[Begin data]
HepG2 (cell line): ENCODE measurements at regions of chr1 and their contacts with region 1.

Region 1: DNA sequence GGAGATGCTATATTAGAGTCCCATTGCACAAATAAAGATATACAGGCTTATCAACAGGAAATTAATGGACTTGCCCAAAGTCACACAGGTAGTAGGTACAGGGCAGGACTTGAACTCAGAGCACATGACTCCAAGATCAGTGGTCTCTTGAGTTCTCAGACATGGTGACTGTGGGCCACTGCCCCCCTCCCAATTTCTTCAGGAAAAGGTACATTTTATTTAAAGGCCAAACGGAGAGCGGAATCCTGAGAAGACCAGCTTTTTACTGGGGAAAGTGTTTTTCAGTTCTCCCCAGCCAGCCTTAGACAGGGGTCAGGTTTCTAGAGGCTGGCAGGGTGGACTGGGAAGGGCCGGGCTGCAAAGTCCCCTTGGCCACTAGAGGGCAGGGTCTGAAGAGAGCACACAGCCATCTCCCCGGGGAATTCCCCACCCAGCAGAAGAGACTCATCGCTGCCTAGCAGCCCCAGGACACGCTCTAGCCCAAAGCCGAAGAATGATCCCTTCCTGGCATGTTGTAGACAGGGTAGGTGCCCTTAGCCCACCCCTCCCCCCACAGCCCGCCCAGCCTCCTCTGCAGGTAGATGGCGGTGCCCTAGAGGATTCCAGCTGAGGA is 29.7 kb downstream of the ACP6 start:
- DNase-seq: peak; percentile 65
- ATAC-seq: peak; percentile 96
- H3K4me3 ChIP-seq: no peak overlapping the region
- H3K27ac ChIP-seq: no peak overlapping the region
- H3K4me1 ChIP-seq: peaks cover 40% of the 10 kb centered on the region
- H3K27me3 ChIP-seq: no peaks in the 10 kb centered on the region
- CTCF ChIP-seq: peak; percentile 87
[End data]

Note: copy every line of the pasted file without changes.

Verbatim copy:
HepG2 (cell line): ENCODE measurements at regions of chr1 and their contacts with region 1.

Region 1: DNA sequence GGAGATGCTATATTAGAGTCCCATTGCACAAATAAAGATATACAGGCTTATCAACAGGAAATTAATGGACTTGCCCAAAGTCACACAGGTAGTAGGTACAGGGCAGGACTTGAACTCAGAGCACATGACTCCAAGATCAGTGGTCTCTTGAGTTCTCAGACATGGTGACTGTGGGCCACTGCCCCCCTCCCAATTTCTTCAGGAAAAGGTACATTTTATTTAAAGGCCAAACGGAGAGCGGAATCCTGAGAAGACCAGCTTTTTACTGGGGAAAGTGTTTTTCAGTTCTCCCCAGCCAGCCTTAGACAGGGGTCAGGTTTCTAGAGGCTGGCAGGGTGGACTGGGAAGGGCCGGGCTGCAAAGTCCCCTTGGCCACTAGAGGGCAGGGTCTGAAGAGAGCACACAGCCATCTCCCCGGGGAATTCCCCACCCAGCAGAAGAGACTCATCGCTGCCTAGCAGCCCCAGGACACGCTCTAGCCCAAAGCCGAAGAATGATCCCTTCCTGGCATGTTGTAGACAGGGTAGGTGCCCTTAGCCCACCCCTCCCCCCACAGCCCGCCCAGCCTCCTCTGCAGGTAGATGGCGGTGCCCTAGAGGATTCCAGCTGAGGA is 29.7 kb downstream of the ACP6 start:
- DNase-seq: peak; percentile 65
- ATAC-seq: peak; percentile 96
- H3K4me3 ChIP-seq: no peak overlapping the region
- H3K27ac ChIP-seq: no peak overlapping the region
- H3K4me1 ChIP-seq: peaks cover 40% of the 10 kb centered on the region
- H3K27me3 ChIP-seq: no peaks in the 10 kb centered on the region
- CTCF ChIP-seq: peak; percentile 87